Rev. Jaganath, Integral Yoga Minister and Raja Yoga master teacher, has spent a lifetime delving into the deepest layers of meaning in Patanjali’s words within the Yoga Sutras. Our series continues with the 24th sutra of Chapter 1 in which Patanjali goes on to further describe the qualities of “īśvara.” Also, in this sutra Patanjali first addresses the concept of the klesas, the root cause of suffering, according to Yoga philosophy.
Sutra 1.24 kleśa-karma-vipāka-āśayair aparāmṛṣṭaḥ puruṣa-viśeṣa īśvara
Isvara is the supreme Purusha, unaffected by any afflictions, actions, fruits of actions or by any inner impressions of desires (Swami Satchidananda translation). Ishvara is a unique Purusha. It is never touched by the root causes of suffering (klesas), the entanglements created by actions, their reactions (karma), and the subconscious impressions (samskaras) produced by these actions (Rev. Jaganath translation).
kleśa = root causes of suffering; pain, affliction, distress, pain from disease, anguish, wrath, anger, worldly occupation, care, trouble
from kliś = to be troubled, to suffer distress
In some Hindu scriptures, the klesas are referred to as viparaya, error or misperception. This is because the root of the klesas is ignorance of our true nature, the Seer. All suffering (duhkha) stems from this basic misperception of self as Self. (see sutra 1.8)
Ignorance (avidya) is common to all human beings until liberation (kaivalya). This is much like what Christians refer to as original sin, which all human beings bring with them at birth. Why this is so, no one can give an answer that satisfies the intellect. The great faith traditions accept spiritual ignorance (not knowing the Self) as a fact of human existence and instead focus on ways to become free of it and the suffering it brings in its wake.
In Buddhism, the klesas are considered to be the properties that dull the mind’s perceptive abilities. They are the cause of all non-virtue and suffering. As in the Sutras, the klesas are also the cause of rebirth. All the klesas are eliminated by the attainment of pure insight. Meditation is stated as the practice that gradually evaporates the klesas. (See sutra 2.3 where the five klesas are listed: ignorance, egoism, attachment, aversion, and clinging to bodily life.)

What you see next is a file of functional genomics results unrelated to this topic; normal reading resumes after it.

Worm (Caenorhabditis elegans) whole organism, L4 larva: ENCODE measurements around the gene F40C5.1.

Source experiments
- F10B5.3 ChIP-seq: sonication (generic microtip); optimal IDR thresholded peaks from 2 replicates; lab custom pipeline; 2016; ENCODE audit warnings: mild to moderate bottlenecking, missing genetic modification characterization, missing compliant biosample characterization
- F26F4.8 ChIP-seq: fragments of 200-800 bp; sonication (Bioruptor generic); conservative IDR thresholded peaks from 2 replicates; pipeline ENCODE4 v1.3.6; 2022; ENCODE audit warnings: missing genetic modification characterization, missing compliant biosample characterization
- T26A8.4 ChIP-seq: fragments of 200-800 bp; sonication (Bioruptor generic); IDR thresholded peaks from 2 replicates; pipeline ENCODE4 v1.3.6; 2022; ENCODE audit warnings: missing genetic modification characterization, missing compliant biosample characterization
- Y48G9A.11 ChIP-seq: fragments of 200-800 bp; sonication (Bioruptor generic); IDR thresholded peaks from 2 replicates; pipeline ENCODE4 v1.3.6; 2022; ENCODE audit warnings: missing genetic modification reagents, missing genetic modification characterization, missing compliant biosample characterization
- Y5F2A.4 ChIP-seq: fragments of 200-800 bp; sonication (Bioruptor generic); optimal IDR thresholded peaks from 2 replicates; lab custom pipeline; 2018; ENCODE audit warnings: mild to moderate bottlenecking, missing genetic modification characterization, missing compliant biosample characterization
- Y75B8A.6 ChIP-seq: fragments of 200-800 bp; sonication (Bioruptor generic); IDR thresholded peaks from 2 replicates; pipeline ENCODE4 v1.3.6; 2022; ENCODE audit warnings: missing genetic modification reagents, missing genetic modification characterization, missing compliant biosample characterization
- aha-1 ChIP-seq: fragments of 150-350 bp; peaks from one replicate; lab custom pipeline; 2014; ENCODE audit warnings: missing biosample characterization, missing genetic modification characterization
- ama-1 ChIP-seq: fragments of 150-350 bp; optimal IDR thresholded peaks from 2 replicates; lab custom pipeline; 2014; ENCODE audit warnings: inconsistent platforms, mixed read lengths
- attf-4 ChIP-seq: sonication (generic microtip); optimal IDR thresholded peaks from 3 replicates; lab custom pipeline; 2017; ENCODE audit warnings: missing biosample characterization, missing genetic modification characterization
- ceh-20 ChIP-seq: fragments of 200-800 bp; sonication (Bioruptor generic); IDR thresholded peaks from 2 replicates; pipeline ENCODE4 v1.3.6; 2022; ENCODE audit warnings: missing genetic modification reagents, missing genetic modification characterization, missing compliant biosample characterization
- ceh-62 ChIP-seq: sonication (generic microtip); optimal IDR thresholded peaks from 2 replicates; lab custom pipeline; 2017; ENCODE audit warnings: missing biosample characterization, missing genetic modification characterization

karma = actions; performance, business, special duty, occupation, obligation, any religious act or rite (especially with the hope of future recompense and as opposed to speculative religion or knowledge of spirit), product, result, effect, fate (as the certain consequence of acts in a previous birth)
from kṛ = to do, act, or make
In the West, we know karma as the universal law of cause and effect; we reap what we sow. However, the same word has an older meaning. Karma was used to designate the acts performed during rituals. Later, the Upanishads (fundamental scriptures discussing principles of Advaita Vedanta) expanded the understanding of karma to include any act performed by a human being.
Karma as action and reaction and karma as ritual acts have an important principle in common. Both present the power of human actions—not the powers of gods or other celestial beings—to determine destiny. The person who engaged in ritual acts expected rewards to come from their ritual sacrifices. It was believed that ritual could control the gods. In this way, rites performed perfectly, according to sacred tradition, were believed to determine one’s future. The law of karma, as we know it now, is the final stage in the development of the understanding of karma as the power to create, change, and determine how destiny is determined.
India’s Historical Development of Karma
Over, time, Indian philosophy’s interpretation of karma evolved. At the start, all power lies with the gods who control everything. Ritual (sacrifice, yajna) is a way to appease or please them to attain what is needed and desired. Religious rituals and rites have the power to control or influence the gods. The power to create destiny rests in individuals themselves. Here is where karma and free will meet. This last stage leads to the next rather large leap of understanding: For the mystic or yogi, the ultimate sacrifice or rite is not something performed at a temple, or altar, or by a priest, but is the sacrifice of ignorance and selfish attachments at the altar of wisdom.